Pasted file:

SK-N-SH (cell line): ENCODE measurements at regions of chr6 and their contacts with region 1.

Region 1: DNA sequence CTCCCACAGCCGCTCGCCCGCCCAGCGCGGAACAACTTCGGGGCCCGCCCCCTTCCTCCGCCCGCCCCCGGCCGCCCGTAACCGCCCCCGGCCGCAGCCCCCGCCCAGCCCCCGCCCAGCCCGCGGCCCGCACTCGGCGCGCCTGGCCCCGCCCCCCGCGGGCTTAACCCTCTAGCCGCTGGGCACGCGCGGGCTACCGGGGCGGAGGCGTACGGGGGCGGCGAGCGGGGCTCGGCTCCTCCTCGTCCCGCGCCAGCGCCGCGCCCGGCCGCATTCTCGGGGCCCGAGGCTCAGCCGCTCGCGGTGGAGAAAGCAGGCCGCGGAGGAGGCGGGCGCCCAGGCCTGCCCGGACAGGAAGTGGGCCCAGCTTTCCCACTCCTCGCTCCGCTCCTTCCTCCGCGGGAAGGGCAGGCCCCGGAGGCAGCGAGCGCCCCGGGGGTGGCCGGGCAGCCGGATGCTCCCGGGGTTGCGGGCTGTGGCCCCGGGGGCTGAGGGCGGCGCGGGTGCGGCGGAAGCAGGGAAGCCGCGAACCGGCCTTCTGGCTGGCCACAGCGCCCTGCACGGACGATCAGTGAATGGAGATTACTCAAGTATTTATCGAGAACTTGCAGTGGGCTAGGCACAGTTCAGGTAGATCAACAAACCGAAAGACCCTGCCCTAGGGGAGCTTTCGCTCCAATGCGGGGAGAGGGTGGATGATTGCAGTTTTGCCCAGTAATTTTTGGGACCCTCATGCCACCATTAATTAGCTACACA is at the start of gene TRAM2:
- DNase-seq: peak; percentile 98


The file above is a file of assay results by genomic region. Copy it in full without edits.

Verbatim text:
SK-N-SH (cell line): ENCODE measurements at regions of chr6 and their contacts with region 1.

Region 1: DNA sequence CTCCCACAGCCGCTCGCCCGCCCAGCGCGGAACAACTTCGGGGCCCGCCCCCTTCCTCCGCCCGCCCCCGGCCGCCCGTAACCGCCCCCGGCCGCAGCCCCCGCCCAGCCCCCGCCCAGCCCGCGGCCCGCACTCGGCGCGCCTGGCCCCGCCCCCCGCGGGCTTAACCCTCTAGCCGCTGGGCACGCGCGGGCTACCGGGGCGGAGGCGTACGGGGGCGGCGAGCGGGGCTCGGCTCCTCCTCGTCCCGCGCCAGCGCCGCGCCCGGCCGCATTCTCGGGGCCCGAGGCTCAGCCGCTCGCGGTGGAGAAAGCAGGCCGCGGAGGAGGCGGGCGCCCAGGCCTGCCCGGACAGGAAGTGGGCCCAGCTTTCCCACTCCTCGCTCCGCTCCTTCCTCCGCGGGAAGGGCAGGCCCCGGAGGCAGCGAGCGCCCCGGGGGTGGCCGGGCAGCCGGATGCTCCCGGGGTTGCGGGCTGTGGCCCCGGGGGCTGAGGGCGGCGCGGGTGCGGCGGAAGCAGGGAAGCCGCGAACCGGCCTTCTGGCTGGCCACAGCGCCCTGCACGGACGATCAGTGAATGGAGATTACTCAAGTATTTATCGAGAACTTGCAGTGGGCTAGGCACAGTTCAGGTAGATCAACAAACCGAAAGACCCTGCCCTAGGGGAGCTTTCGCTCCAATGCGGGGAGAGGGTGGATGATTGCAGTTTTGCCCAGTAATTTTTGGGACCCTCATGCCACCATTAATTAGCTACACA is at the start of gene TRAM2:
- DNase-seq: peak; percentile 98